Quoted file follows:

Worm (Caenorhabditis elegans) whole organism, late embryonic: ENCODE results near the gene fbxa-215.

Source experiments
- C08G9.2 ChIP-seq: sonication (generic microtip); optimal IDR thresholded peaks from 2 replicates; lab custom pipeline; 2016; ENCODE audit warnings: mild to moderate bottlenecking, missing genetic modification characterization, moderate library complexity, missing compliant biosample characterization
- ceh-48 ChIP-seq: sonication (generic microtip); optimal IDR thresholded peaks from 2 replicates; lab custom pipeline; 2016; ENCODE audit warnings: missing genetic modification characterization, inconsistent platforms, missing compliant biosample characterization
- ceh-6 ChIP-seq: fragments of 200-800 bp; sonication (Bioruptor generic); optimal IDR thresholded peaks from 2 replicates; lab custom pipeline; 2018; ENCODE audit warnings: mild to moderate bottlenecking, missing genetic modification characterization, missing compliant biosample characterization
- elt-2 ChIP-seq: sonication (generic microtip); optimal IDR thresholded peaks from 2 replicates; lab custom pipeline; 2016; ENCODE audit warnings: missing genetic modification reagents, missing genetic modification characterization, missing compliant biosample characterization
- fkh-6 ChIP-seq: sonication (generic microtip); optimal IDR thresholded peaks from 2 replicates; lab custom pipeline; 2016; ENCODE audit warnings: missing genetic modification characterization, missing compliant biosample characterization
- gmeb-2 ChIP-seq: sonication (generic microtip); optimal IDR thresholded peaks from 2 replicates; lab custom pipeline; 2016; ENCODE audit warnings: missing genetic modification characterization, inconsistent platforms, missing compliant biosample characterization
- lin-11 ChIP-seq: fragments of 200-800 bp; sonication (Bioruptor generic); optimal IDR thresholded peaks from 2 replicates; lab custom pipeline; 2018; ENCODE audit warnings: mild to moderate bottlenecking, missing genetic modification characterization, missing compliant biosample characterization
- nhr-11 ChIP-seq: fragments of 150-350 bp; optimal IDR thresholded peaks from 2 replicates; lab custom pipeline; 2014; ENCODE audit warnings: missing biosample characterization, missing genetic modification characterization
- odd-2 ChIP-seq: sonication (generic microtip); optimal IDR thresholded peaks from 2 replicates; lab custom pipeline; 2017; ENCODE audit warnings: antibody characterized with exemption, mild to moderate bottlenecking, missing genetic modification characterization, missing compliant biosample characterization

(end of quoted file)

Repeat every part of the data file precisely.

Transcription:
Worm (Caenorhabditis elegans) whole organism, late embryonic: ENCODE results near the gene fbxa-215.

Source experiments
- C08G9.2 ChIP-seq: sonication (generic microtip); optimal IDR thresholded peaks from 2 replicates; lab custom pipeline; 2016; ENCODE audit warnings: mild to moderate bottlenecking, missing genetic modification characterization, moderate library complexity, missing compliant biosample characterization
- ceh-48 ChIP-seq: sonication (generic microtip); optimal IDR thresholded peaks from 2 replicates; lab custom pipeline; 2016; ENCODE audit warnings: missing genetic modification characterization, inconsistent platforms, missing compliant biosample characterization
- ceh-6 ChIP-seq: fragments of 200-800 bp; sonication (Bioruptor generic); optimal IDR thresholded peaks from 2 replicates; lab custom pipeline; 2018; ENCODE audit warnings: mild to moderate bottlenecking, missing genetic modification characterization, missing compliant biosample characterization
- elt-2 ChIP-seq: sonication (generic microtip); optimal IDR thresholded peaks from 2 replicates; lab custom pipeline; 2016; ENCODE audit warnings: missing genetic modification reagents, missing genetic modification characterization, missing compliant biosample characterization
- fkh-6 ChIP-seq: sonication (generic microtip); optimal IDR thresholded peaks from 2 replicates; lab custom pipeline; 2016; ENCODE audit warnings: missing genetic modification characterization, missing compliant biosample characterization
- gmeb-2 ChIP-seq: sonication (generic microtip); optimal IDR thresholded peaks from 2 replicates; lab custom pipeline; 2016; ENCODE audit warnings: missing genetic modification characterization, inconsistent platforms, missing compliant biosample characterization
- lin-11 ChIP-seq: fragments of 200-800 bp; sonication (Bioruptor generic); optimal IDR thresholded peaks from 2 replicates; lab custom pipeline; 2018; ENCODE audit warnings: mild to moderate bottlenecking, missing genetic modification characterization, missing compliant biosample characterization
- nhr-11 ChIP-seq: fragments of 150-350 bp; optimal IDR thresholded peaks from 2 replicates; lab custom pipeline; 2014; ENCODE audit warnings: missing biosample characterization, missing genetic modification characterization
- odd-2 ChIP-seq: sonication (generic microtip); optimal IDR thresholded peaks from 2 replicates; lab custom pipeline; 2017; ENCODE audit warnings: antibody characterized with exemption, mild to moderate bottlenecking, missing genetic modification characterization, missing compliant biosample characterization